The Well-Tempered Ear

Classical music: Madison Opera will stage its first-ever production of Mozart’s “The Abduction from the Seraglio” this Friday night and Sunday afternoon

February 7, 2018
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By Jacob Stockinger

This weekend, the Madison Opera presents The Abduction from the Seraglio by Wolfgang Amadeus Mozart on Friday, Feb. 9, at 8 p.m. and Sunday, Feb. 11, at 2:30 p.m. in the Capitol Theater at the Overture Center for the Arts, 201 State Street.

According to a press release, the opera — below is a mock-up of the locally designed and constructed set — will be sung in German with English used for dialogue and in the translated supertitles above the stage. Running time is about 2-1/2 hours with one intermission.

Tickets are $25-$114 with student and group discounts available. Call the Overture Box Office at (608) 258-4141 or visit www.madisonopera.org

With some of the most virtuosic vocal writing by Mozart (below), the opera is an adventure story of love, danger, humor and humanity.

Set in the 17th-century Ottoman Empire, the opera begins when Belmonte, a Spanish nobleman, arrives at Pasha Selim’s palace to rescue three people who had been captured during a shipwreck: his fiancée, Konstanze, and their servants, Blonde and Pedrillo.

A simple escape proves no easy task, and Mozart’s masterpiece weaves together comedy, quiet reflection and youthful optimism, with a happy ending brought about by an Enlightened ruler.

Abduction is a simply marvelous opera,” says Kathryn Smith (below, in a photo by James Gill), Madison Opera’s general director who will give free pre-performance talks in the third-floor Wisconsin Studio at 7 p.m. on Friday night and 1:30 p.m. on Sunday afternoon. “It’s the opera with which Mozart started to reinvent opera, with not only the expected arias, but also brilliant ensemble work. The very real humanity of the piece – its funny parts, its moving parts and the universal truth of the ending – is extraordinary.”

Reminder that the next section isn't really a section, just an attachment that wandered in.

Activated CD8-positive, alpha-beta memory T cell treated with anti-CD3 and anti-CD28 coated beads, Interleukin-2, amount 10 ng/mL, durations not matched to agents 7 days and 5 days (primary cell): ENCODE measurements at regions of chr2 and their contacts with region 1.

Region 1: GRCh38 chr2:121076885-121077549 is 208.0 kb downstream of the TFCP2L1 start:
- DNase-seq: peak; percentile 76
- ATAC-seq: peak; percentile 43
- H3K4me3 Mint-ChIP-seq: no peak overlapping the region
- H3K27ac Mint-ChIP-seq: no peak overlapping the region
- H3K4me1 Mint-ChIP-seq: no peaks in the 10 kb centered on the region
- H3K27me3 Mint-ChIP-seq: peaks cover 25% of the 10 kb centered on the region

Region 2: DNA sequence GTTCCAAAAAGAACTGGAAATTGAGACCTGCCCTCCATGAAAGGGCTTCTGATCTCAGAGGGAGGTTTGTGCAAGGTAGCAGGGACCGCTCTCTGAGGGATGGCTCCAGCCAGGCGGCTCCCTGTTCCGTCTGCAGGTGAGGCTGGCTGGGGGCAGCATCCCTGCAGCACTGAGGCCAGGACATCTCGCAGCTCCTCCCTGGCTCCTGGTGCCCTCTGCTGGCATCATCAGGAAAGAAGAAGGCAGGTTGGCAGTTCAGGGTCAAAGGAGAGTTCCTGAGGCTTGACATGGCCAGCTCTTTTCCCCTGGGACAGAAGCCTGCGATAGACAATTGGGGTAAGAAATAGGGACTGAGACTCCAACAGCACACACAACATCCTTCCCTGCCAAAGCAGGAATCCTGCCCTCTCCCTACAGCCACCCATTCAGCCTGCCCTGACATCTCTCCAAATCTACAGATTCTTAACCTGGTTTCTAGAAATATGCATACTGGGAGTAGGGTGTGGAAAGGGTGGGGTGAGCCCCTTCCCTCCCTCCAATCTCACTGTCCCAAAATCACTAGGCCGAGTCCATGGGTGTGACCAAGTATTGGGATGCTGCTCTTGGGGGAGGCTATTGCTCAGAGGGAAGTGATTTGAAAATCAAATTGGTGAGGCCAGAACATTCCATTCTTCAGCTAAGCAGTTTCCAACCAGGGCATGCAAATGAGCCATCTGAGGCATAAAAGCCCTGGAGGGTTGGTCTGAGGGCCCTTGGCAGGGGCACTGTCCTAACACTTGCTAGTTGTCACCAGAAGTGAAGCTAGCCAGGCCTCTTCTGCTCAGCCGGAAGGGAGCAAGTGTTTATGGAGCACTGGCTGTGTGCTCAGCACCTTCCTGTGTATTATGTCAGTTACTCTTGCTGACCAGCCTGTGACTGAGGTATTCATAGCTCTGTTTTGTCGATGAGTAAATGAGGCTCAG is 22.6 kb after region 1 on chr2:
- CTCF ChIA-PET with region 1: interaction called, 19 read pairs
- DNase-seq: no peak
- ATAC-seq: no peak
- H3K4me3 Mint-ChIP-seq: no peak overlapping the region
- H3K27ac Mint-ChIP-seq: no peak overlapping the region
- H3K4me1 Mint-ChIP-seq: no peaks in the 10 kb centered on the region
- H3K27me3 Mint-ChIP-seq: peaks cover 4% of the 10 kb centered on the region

The Abduction from the Seraglio (Die Entführung aus dem Serail) was Mozart’s first major success. Written for the National Singspiel in Vienna – a pet project of Emperor Joseph II – it premiered in 1782 and was an immediate hit. (You can hear the familiar and captivating Overture in the YouTube video at the bottom.)

Like all singspiels, the opera uses spoken dialogue; indeed, the critical role of Pasha Selim is entirely spoken, perhaps one of the few instances of a major opera character not singing a note. In Madison, the dialogue will be performed in English, with the music sung in German (with projected English translations).

With a libretto by Johann Gottlieb Stephanie the Younger – an unauthorized adaptation of a libretto by Christoph Friedrich Breztner – Abduction was one the first successful German-language operas.

It was immortalized in the film Amadeus, and is famous for a possibly apocryphal story in which Emperor Joseph II criticized the work, saying to Mozart, “Too many notes,” and Mozart responded, “Exactly as many as needed.”

Abduction would go on to become Mozart’s most popular opera during his lifetime, but it has been a comparative rarity in the United States. This is Madison Opera’s first production of the opera in the company’s 57-year history.

“Mozart’s music for Abduction is a delight from start to finish,” says John DeMain (below, in a photo by Prasad), Madison Opera’s artistic director and conductor. “Great – and at times excitingly challenging – arias are enhanced by beautiful duets, trios and quartets. It has always been a favorite opera of mine, and I’m so looking forward to Madison Opera’s first production of this masterpiece with an absolutely knockout cast of great young singers.”